Honorable Mention
    Jayson Tatum vs PJ Washington
    Washington was a big addition to the Mavs at the trade deadline and gave them added defense along with another scorer. In Game 1, Washington finished with 14 points, 8 rebounds, and 1 assist while shooting 45% from the field and 0-3 from beyond the arc. In Game 2, he finished with 17 points, 7 rebounds, 1 assist, and 1 block. In Game 3, he finished with 13 points, 8 rebounds and 2 assists, while shooting 33.3% from the field and 50% from beyond the arc. Role players usually play much better at home and so the Celtics need to be ready for a big game from him and keep him out of the paint and off of the boards.

    Keys to the Game
    Defense - Defense is always the number one key to winning games, especially in the playoffs. There is no truer statement than “Defense wins Championships.” The Celtics have held the Mavericks under 100 points in the first 3 games. The Mavs are 8th with a defensive rating of 111.4 while the Celtics are 3rd with a defensive rating of 107.6. When the Celtics struggle on offense, as they did in Game 2, they have to be able to stop the other team from scoring. The Mavs are likely to attempt more 3’s this game and the Celtics need to be ready to defend them tighter on the perimeter. The Celtics need to play tough, lock down defense for the entire game. The Mavericks have players who can put up a lot of points in a hurry if the Celtics don’t play tough team defense. Defense won the first 3 games and is likely going to be what wins this series.

    Rebound- Second to defense, rebounding is the key to winning. One of the few times I have agreed with Pat Riley was when he said “No rebounds, no rings.” Much of rebounding is effort and the Celtics have to put out extra effort to win the battle of the boards. When they work hard on the boards, it usually follows through to the rest of the game as well. In Game 1, the Celtics out-rebounded the Mavs 47-43 but they were out-rebounded in Game 2 43-41 and also in Game 3, 43-36. The Celtics need to put out extra effort on the boards to keep the Mavs from getting extra possessions and second chance points and to give the same to themselves.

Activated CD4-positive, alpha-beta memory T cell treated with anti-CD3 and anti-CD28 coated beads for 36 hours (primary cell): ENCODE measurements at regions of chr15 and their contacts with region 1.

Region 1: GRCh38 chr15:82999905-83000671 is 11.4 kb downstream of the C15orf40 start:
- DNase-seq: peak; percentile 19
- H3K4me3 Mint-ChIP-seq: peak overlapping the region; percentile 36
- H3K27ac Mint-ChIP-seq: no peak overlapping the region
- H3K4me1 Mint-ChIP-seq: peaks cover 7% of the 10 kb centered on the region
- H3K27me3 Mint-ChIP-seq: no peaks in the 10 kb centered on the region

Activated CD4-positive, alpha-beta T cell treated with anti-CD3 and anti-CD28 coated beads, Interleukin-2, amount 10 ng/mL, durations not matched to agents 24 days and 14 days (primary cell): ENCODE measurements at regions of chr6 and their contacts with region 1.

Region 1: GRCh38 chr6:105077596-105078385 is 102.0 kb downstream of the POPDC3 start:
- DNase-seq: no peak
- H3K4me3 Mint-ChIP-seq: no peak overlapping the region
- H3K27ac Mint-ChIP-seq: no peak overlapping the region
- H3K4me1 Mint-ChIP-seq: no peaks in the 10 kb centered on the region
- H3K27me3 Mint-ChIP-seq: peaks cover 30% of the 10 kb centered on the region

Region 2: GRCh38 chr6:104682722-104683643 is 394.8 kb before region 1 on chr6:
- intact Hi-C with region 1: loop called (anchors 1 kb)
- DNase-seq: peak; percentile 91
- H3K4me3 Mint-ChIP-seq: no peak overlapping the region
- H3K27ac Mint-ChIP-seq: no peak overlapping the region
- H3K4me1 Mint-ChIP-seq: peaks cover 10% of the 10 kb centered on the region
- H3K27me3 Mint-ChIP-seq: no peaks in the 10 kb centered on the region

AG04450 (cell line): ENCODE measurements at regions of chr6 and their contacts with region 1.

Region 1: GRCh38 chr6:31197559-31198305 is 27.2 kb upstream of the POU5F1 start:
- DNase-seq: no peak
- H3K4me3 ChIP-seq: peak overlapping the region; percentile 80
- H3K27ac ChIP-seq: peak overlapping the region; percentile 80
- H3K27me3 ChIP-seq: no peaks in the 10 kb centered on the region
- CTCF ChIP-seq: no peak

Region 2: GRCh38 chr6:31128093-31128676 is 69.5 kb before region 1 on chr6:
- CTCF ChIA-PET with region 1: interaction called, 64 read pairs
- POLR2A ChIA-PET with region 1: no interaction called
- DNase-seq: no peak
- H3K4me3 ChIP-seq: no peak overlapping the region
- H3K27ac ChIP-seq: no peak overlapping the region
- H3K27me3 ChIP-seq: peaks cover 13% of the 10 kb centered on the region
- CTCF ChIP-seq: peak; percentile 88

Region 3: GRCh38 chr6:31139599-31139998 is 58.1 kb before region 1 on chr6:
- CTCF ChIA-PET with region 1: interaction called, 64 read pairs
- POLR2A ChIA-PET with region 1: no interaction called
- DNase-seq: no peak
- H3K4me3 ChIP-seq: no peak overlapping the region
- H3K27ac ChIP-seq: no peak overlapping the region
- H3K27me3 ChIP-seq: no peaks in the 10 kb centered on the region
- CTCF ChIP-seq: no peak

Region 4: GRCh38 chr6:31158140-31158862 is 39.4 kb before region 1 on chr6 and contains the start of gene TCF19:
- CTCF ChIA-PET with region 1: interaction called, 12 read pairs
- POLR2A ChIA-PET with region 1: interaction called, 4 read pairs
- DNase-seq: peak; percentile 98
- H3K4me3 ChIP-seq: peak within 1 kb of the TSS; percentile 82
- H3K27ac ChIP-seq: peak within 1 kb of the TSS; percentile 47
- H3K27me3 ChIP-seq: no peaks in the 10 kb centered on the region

Maximum Effort for 48 Minutes - The Celtics have to play hard from the opening tip to the final buzzer. It will be important to get off to a strong start. Dallas is 8-3 when they win the first quarter and the Celtics are 11-0 when they win the first quarter. They have to play hard on offense and especially on defense with no let up. The Mavericks are the toughest team that they have faced in the playoffs and nothing less than full effort from every player every minute they are in will do. The Celtics need to be aggressive in defending, going to the basket and. especially in rebounding. The two games the Celtics lost in these playoffs were mostly due to a lack of effort, especially on defense. They can’t let the Mavs play harder than them if they want to win this game.

    Play of the Supporting Cast - Both of these teams have 2 big stars. The Celtics have Jayson Tatum and Jaylen Brown while the Mavericks have Luka Doncic and Kyrie Irving. One or both of the stars for both teams have played well so far in the series. The play of the other starter and role players may very well decide this game. The Mavericks will be depending on PJ Washington, Derrick Jones Jr, Daniel Gafford, Dereck Lively and assorted others to help out their stars. The Celtics will depend on Jrue Holiday, Derrick White, Al Horford, Payton Pritchard, Sam Hauser and maybe others. I know which supporting cast I would pick. The Celtics have to play as a team with each player contributing on both ends of the court.

    On the Road - The Celtics are playing on the road once again. They need to keep their focus on playing the right way and not let the distractions of the road take away that focus. Over the past 3 years, Boston has gone 21-7 on the road in the playoffs. This is the best road record in the playoffs over a 3 year period. The Mavericks, especially the role players, are likely to play better on their home court and in front of their fans. The Celtics need to dig down deep and match the energy of the Mavs and continue to play Celtics basketball on the road.

    Close Out Game - It is a well known fact that close out games are the hardest to win. The team that is down has their backs against the wall and play with desperation and the team that is up tends to let up, knowing that they have another chance if they don’t finish it here. Once again Kyrie Irving has experience in close out games that he can use to encourage his teammates. Irving was a perfect 14-0 in closeout games before a loss in Game 4 to the Timberwolves spoiled his perfect record. The Celtics have to remember their failure to close out the ECF last season and the Finals in 2022 and come into this game determined to close out the series in this game. They don’t want to give the Mavericks confidence.

    Officiating - The officiating can always be an x-factor. Every crew calls the game a little differently and teams need to adjust to how the game is being called. Will they call the game tight or will they let them play? The Celtics can’t let the officiating take away their focus and they have to adjust to the way the refs are calling it. The Celtics need to build a lead so as not to have to worry about a call causing them to lose at the end of the game. In Game 3, Luka spent more time complaining to the refs than he did playing defense. We can only hope he will do that again.

    Official Report
    Crew Chief - Scott Foster